APM is the new name of ArduPilot which was the first Arduino based autopilot which won some award and became popular. It actually runs on a small STM32 processor now and with the help of 3DRobotics the Pixhawk arrived (I don’t know the history completely, if 3DR made the Arduino thing too, perhaps).
Anyway, since then we’re on the next next generation and even Pixhawk is “old”. The original Arduino based boards (APM 2.x) are officially no longer supported. And 3DR appear to be going in the direction of DJI, making expensive, consumer (plug and play) drones, namely the “Solo”. The Solo actually is something like a Navio, and that brings us here…
So all the APM guys are left a bit high and dry here… 3DR making their 1000 euro non open source drone. With Navio and other Linux based autopilots, APM seems to have a next gen future even if 3DR don’t release any open source successor to the Pixhawk.
So DJI announce a software development kit, and not surprisingly 3DR follow with “DroneKit”. This is totally designed for their Solo I think from a marketing perspective at least. I really have no idea if 3DR want or allow this to run on Pixhawk. Now there are two firmwares for Pixhawk, the one from 3DR and the one from the open source APM team.
So I’d guess DroneKit only runs on 3DR’s Pixhawk firmware if it runs on Pixhawk at all. Anyone else know that?
To be honest, I totally avoided all the “DroneKit” stuff as soon as I relealized is is just a marketing trick. I mean if you have a truly open source autopilot you should be able to hack right down as low as you want. DJI is a closed product and their API seems like an attempt to claim some kind of open source.
So really, what do you think? Do you really want to use some commercial “API” they “allow access to functions” rather than directly programming something and deciding if you interact with MAVLink or direct code in a “hook”.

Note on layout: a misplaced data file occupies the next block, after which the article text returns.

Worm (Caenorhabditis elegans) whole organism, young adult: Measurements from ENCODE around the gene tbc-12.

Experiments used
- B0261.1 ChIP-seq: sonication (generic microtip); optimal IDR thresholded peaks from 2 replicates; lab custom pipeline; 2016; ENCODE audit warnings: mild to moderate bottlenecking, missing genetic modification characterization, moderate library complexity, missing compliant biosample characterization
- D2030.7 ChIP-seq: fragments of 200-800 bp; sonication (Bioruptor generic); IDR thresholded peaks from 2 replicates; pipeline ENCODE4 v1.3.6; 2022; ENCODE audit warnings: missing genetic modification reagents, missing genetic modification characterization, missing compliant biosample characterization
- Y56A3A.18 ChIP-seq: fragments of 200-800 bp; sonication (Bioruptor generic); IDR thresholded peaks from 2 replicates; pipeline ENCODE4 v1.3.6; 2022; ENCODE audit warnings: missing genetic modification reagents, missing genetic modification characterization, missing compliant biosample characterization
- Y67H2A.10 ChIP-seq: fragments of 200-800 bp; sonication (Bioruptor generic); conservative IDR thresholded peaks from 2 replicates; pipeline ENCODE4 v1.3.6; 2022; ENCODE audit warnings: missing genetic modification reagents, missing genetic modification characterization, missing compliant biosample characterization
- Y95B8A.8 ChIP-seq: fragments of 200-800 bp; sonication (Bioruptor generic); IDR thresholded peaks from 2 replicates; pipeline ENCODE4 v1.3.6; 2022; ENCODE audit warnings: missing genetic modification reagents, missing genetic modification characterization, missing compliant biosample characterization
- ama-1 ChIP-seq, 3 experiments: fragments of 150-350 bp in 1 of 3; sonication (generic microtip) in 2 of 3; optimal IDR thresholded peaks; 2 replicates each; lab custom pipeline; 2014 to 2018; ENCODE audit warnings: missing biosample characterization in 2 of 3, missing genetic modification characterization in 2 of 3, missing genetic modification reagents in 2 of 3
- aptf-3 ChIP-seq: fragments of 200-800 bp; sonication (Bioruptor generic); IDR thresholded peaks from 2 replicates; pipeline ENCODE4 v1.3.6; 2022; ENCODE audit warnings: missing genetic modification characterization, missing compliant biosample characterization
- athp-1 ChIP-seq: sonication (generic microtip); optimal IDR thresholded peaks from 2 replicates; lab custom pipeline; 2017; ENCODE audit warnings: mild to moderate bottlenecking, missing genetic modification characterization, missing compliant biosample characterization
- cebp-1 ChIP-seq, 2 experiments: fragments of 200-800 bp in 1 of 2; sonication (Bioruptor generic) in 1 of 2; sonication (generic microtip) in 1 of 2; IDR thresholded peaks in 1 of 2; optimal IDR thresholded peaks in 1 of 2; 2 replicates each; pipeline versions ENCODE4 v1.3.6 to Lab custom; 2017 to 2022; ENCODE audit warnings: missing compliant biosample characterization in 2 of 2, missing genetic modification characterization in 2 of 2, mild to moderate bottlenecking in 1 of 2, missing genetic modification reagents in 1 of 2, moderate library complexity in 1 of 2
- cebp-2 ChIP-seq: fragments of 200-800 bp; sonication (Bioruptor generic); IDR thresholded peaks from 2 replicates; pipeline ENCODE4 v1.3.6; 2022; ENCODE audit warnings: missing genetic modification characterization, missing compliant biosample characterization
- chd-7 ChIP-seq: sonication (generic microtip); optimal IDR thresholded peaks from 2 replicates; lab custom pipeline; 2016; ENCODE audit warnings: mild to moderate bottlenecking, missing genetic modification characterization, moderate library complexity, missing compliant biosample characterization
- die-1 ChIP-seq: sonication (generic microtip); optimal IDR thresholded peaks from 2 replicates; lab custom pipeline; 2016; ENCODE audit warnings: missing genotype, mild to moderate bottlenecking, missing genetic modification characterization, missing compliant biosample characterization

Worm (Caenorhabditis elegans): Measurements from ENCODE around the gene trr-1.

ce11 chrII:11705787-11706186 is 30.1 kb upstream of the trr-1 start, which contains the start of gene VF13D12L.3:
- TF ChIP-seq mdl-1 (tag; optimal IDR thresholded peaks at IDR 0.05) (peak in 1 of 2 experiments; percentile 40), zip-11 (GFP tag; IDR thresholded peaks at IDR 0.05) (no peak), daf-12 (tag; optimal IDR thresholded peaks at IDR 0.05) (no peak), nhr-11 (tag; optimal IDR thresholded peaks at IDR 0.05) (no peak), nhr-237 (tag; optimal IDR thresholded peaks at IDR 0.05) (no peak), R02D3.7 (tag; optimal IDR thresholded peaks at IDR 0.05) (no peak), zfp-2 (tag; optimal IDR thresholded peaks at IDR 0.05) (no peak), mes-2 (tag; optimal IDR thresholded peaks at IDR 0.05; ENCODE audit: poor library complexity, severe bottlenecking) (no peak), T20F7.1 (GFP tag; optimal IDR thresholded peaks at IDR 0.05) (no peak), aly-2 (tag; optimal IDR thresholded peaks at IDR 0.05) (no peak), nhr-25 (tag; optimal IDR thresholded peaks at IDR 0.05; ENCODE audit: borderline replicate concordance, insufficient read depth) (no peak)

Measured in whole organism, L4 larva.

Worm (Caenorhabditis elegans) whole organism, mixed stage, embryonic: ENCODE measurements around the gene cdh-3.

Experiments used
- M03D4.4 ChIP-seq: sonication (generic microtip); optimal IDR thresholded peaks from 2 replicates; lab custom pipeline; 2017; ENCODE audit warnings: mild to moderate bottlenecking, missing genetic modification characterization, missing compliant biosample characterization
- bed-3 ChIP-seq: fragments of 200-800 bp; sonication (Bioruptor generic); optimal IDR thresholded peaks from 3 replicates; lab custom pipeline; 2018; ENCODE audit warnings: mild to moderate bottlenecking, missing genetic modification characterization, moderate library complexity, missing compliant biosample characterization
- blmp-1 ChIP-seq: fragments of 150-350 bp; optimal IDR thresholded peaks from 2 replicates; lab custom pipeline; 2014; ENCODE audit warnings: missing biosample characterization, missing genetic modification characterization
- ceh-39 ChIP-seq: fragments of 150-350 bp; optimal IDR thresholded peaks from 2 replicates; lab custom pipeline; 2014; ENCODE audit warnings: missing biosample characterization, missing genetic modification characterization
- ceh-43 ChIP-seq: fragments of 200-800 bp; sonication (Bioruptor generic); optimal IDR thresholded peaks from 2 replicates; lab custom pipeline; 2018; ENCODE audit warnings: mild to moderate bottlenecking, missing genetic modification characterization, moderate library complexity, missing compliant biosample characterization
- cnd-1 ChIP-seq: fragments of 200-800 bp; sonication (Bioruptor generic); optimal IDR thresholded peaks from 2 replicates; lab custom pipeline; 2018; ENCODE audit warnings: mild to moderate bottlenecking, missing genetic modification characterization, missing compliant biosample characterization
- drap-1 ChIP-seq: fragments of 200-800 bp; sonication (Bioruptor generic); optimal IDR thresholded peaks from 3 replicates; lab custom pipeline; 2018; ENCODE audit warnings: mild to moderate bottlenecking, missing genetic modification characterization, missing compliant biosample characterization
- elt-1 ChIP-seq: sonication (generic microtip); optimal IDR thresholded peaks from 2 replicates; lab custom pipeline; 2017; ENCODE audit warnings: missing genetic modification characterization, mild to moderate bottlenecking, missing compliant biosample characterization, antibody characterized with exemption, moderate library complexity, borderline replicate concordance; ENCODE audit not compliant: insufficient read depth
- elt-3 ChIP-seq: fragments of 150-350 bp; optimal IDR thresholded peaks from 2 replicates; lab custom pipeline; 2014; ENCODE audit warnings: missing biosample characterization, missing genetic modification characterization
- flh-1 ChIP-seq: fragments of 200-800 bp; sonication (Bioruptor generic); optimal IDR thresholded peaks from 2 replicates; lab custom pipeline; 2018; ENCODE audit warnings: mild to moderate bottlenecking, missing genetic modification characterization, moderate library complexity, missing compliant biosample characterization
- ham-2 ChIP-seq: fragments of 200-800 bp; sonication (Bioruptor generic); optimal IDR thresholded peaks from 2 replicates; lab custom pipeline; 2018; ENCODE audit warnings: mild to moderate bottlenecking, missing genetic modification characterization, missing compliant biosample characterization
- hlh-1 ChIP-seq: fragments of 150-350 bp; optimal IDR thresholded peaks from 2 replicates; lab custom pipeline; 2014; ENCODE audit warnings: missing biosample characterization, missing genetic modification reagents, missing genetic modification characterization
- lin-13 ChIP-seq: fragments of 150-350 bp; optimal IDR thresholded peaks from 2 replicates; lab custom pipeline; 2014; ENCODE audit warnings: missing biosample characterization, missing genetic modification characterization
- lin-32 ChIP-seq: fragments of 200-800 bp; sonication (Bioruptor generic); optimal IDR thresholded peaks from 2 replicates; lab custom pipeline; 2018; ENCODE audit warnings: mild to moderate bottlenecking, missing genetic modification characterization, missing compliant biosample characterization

So MAVLink… is the only real low level API besides the HAL. The HAL is just to get APM running on different hardware. MAVLink is like a publisher/subscriber API where you send it a message to register for events then it keeps sending you back information at the required interval. So it’s used for OSDs, ground station and everything like that. It also has a limited command set (but already quite powerful) so you can tell the quadcopter what to do. But it doesn’t cover all scenarios, e.g. telling it what an external sensor value is, it presumes all the data is already on the inside and you are just listening or sending a few commands (e.g. go to position, change mode, etc…).
MAVLInk is extremely easy to get into, because it’s a very basic protocol and you can connect via serial or network. But if you really need to inject data in which MAVLink has no command for, or you need to listen to data so fast that too much processor time is lost converting to/from MAVLink messages, the HAL “hook” appears to be the last resort.